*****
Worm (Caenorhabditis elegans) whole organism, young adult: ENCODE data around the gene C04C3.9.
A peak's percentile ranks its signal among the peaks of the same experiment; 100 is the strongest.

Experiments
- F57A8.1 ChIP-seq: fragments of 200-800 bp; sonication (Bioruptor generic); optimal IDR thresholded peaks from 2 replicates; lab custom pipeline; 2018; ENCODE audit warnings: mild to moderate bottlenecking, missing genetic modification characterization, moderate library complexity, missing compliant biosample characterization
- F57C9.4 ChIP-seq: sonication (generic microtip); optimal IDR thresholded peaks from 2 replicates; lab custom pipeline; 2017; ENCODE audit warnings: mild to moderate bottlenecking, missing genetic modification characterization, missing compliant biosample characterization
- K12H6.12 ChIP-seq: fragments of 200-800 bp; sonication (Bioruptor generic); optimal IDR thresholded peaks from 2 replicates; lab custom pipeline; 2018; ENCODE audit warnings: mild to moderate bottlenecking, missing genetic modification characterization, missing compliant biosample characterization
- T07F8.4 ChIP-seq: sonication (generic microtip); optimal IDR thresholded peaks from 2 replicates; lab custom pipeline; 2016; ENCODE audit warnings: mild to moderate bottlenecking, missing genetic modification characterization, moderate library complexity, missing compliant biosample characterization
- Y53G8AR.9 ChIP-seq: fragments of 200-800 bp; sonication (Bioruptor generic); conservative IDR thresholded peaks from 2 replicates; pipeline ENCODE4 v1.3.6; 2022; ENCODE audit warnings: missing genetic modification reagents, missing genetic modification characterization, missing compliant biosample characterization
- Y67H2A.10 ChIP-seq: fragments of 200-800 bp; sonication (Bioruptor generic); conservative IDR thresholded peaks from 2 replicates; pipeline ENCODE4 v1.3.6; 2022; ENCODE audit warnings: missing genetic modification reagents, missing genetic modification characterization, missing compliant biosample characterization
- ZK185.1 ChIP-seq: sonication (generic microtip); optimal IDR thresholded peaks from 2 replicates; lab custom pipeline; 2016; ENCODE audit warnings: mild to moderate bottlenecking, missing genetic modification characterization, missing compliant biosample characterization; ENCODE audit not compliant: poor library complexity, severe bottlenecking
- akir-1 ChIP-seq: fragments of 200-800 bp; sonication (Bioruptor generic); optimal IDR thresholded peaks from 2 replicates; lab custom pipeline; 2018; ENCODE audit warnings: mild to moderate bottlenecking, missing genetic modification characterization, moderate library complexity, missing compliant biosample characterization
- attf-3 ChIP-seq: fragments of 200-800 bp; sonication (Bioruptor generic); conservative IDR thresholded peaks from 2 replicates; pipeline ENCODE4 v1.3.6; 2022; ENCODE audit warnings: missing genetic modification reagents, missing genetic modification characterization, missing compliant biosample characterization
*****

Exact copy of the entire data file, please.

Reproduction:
Worm (Caenorhabditis elegans) whole organism, young adult: ENCODE data around the gene C04C3.9.
A peak's percentile ranks its signal among the peaks of the same experiment; 100 is the strongest.

Experiments
- F57A8.1 ChIP-seq: fragments of 200-800 bp; sonication (Bioruptor generic); optimal IDR thresholded peaks from 2 replicates; lab custom pipeline; 2018; ENCODE audit warnings: mild to moderate bottlenecking, missing genetic modification characterization, moderate library complexity, missing compliant biosample characterization
- F57C9.4 ChIP-seq: sonication (generic microtip); optimal IDR thresholded peaks from 2 replicates; lab custom pipeline; 2017; ENCODE audit warnings: mild to moderate bottlenecking, missing genetic modification characterization, missing compliant biosample characterization
- K12H6.12 ChIP-seq: fragments of 200-800 bp; sonication (Bioruptor generic); optimal IDR thresholded peaks from 2 replicates; lab custom pipeline; 2018; ENCODE audit warnings: mild to moderate bottlenecking, missing genetic modification characterization, missing compliant biosample characterization
- T07F8.4 ChIP-seq: sonication (generic microtip); optimal IDR thresholded peaks from 2 replicates; lab custom pipeline; 2016; ENCODE audit warnings: mild to moderate bottlenecking, missing genetic modification characterization, moderate library complexity, missing compliant biosample characterization
- Y53G8AR.9 ChIP-seq: fragments of 200-800 bp; sonication (Bioruptor generic); conservative IDR thresholded peaks from 2 replicates; pipeline ENCODE4 v1.3.6; 2022; ENCODE audit warnings: missing genetic modification reagents, missing genetic modification characterization, missing compliant biosample characterization
- Y67H2A.10 ChIP-seq: fragments of 200-800 bp; sonication (Bioruptor generic); conservative IDR thresholded peaks from 2 replicates; pipeline ENCODE4 v1.3.6; 2022; ENCODE audit warnings: missing genetic modification reagents, missing genetic modification characterization, missing compliant biosample characterization
- ZK185.1 ChIP-seq: sonication (generic microtip); optimal IDR thresholded peaks from 2 replicates; lab custom pipeline; 2016; ENCODE audit warnings: mild to moderate bottlenecking, missing genetic modification characterization, missing compliant biosample characterization; ENCODE audit not compliant: poor library complexity, severe bottlenecking
- akir-1 ChIP-seq: fragments of 200-800 bp; sonication (Bioruptor generic); optimal IDR thresholded peaks from 2 replicates; lab custom pipeline; 2018; ENCODE audit warnings: mild to moderate bottlenecking, missing genetic modification characterization, moderate library complexity, missing compliant biosample characterization
- attf-3 ChIP-seq: fragments of 200-800 bp; sonication (Bioruptor generic); conservative IDR thresholded peaks from 2 replicates; pipeline ENCODE4 v1.3.6; 2022; ENCODE audit warnings: missing genetic modification reagents, missing genetic modification characterization, missing compliant biosample characterization